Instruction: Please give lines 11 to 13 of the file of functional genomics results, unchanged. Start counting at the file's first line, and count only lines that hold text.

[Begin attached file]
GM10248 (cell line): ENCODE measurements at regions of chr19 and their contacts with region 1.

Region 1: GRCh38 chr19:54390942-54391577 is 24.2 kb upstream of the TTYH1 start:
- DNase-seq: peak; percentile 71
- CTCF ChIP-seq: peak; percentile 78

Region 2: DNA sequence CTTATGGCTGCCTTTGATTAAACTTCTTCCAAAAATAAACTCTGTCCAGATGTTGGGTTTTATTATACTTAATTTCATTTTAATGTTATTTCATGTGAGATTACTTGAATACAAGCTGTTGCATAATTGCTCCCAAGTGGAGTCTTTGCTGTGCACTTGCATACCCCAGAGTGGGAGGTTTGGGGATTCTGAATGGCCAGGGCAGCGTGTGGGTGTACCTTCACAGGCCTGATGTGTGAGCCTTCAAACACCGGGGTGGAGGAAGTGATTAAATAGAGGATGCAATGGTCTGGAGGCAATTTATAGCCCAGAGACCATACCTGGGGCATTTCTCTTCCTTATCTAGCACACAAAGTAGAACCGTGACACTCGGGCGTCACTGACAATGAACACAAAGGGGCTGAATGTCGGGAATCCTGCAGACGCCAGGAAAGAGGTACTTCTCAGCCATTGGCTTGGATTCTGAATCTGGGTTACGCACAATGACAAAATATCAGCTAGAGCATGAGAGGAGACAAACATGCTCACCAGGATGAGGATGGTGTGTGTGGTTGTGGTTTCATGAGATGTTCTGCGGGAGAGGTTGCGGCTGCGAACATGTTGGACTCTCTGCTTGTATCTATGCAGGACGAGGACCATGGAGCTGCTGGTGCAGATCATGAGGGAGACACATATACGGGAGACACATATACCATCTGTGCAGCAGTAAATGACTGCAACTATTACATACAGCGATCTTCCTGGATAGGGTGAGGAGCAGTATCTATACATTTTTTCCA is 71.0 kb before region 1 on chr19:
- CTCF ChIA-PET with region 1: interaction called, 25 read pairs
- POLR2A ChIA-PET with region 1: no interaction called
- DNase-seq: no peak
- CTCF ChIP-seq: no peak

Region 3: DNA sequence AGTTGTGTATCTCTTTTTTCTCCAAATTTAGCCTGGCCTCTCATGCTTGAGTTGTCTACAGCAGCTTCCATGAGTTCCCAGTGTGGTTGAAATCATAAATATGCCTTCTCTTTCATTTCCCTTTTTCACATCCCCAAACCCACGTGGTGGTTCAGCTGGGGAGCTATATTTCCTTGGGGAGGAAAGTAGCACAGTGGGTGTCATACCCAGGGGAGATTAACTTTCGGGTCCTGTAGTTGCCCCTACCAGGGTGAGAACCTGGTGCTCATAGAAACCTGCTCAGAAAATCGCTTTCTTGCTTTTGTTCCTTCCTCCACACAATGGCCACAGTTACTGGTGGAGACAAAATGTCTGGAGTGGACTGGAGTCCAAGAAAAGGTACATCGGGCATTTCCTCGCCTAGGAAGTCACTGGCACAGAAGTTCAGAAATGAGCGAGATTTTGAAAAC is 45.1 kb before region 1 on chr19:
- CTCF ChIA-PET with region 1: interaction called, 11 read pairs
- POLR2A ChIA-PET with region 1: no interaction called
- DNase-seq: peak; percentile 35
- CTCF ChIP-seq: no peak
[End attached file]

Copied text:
- CTCF ChIA-PET with region 1: interaction called, 11 read pairs
- POLR2A ChIA-PET with region 1: no interaction called
- DNase-seq: peak; percentile 35